Pokémon: (Yes, Pokémon)
As a quick background, Pokémon is based on catching, raising, and battling various fictional creatures, each having unique battle move-sets. Some Pokémon transform into new forms when they are raised to a certain level (called “evolving”), usually becoming stronger when they do so.
I could say 151 things about Pokémon (even though there are now 649 different Pokémon!), but I can’t talk about everything at once. Our class discussion on World or Warcraft made me think about capitalism (why do you “gotta catch em all”?) as well some concern about animal cruelty (so you capture these wild animals… to make them fight each other? Sounds a little like cockfighting…), but I’ve decided to focus on something more positive.
There is a surprising amount of cultural and scientific richness built into the game and its various Pokémon. Many of these references are to Japanese legends and fables, but the references expand beyond this into other cultures and into science as well. Here are just a few examples:
Magikarp and Gyarados:
Magikarp is a fish, which when leveled up through enough battling and experience becomes Gyarados, a powerful serpent-like Pokémon. This transition is based on the Japanese legend of the koi fish (also known as a carp), which upon successfully climbing a waterfall, would be transformed into a dragon. This legend has associated the koi fish with perseverance against adversity, and is incidentally also why tattoos of koi fish are so popular.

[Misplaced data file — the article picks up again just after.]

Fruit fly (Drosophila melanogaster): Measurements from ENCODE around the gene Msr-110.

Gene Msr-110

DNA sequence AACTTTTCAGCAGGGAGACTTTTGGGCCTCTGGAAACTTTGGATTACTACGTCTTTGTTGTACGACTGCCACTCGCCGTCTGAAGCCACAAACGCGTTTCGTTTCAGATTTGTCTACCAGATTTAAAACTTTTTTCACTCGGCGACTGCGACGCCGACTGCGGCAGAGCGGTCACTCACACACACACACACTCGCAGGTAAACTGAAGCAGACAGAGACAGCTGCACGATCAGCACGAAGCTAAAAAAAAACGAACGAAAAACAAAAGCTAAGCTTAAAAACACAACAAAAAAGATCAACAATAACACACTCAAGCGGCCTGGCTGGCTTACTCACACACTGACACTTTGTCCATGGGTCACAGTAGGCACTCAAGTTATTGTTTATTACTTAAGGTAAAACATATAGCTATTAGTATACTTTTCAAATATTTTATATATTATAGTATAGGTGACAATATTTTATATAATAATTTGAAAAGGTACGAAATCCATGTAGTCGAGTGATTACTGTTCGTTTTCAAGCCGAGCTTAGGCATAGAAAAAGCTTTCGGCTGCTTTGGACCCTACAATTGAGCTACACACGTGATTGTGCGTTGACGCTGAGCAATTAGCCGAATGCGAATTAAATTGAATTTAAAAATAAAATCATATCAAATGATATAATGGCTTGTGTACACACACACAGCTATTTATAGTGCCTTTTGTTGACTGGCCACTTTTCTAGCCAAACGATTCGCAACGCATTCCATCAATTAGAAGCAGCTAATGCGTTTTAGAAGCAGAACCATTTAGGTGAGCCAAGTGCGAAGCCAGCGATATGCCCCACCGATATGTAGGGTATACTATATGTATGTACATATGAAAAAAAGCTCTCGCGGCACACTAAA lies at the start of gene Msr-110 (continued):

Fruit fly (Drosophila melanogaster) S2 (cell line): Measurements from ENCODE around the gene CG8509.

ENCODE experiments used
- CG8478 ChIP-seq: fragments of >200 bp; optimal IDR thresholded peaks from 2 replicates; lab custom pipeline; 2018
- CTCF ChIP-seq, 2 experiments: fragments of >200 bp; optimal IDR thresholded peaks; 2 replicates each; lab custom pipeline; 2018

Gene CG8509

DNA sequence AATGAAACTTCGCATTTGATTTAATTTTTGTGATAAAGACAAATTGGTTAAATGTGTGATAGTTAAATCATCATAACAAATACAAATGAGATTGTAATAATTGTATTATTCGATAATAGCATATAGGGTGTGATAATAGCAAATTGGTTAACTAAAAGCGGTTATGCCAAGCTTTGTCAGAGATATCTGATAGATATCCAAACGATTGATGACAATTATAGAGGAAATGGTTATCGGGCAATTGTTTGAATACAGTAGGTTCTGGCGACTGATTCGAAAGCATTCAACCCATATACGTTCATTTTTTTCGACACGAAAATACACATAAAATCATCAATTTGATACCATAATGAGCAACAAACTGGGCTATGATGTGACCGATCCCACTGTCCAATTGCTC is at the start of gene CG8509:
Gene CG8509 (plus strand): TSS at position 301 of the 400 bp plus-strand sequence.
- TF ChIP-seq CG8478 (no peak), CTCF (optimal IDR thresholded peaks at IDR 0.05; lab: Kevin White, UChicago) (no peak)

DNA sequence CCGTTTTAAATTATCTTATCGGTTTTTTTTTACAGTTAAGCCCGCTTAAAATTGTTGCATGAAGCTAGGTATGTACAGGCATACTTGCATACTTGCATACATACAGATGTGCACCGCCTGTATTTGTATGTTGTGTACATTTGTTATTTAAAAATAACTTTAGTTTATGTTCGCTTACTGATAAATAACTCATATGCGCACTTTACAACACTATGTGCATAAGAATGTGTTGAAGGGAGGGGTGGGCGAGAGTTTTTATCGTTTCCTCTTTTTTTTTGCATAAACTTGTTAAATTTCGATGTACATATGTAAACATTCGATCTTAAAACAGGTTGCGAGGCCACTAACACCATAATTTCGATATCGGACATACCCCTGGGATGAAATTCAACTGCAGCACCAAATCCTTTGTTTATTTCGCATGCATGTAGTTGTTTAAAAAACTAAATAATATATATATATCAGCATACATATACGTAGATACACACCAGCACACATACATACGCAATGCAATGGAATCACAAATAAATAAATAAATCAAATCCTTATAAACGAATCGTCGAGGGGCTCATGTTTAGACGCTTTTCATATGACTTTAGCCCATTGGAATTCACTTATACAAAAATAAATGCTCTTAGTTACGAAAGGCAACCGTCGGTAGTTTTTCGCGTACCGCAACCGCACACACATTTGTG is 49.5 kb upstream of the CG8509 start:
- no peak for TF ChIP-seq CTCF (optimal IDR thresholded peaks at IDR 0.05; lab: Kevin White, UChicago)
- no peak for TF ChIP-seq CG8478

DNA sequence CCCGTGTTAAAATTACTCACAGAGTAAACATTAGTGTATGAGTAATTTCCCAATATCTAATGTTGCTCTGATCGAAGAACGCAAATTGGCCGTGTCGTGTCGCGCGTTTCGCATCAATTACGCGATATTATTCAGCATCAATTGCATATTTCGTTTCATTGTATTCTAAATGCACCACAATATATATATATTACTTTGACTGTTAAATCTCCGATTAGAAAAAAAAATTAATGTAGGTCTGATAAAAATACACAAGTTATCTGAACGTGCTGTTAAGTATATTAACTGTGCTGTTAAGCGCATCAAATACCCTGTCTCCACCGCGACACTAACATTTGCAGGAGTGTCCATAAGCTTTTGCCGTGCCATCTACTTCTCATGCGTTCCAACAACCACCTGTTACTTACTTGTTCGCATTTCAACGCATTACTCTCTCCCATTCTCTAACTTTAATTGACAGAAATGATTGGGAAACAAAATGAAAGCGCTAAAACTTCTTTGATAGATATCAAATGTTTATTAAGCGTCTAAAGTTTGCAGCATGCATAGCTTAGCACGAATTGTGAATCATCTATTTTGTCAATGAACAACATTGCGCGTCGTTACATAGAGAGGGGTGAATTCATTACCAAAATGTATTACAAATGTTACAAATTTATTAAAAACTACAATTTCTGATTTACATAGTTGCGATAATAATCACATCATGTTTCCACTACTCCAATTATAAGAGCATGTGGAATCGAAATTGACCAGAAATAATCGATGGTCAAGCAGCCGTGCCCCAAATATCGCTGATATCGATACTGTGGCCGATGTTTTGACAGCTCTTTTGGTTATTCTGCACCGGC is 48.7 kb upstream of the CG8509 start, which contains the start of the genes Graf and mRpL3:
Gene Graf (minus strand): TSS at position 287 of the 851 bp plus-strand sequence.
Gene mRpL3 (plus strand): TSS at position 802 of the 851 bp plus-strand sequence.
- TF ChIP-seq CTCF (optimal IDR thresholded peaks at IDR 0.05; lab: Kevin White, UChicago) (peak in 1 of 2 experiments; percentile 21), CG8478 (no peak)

This Pokémon is based off the Japanese kitsune, or fox. Japanese folklore says that the more tails a kitsune has (the maximum being nine), the wiser and more powerful it is. Some consider them to be deities.
This Pokémon’s original design had to be altered, after a controversy involving its similarities to the 19th century entertainment form blackface, in which white men would dress up as stereotyped caricatures of blacks.
Science and Technology:
Multiple Pokémon also model the biological systems of symbiosis, metamorphosis, and evolution. The games could introduce children to these real world concepts by simplifying them into aspects of the games mechanics.
Mew and Mewtwo:
In the games, Mewtwo is the dangerous result of a genetic experiment-gone-wrong in which the DNA from Mew was altered to make it more powerful. Here we see a cautionary statement against the improper uses of genetic engineering and biological manipulation.
I know that was a lot, but there are many more references, and both good and bad aspects to the games. I’m curious as to what you think: do the cultural/scientific references and messages outweigh the concerns about animal cruelty? What other cool symbolism is there? So please comment!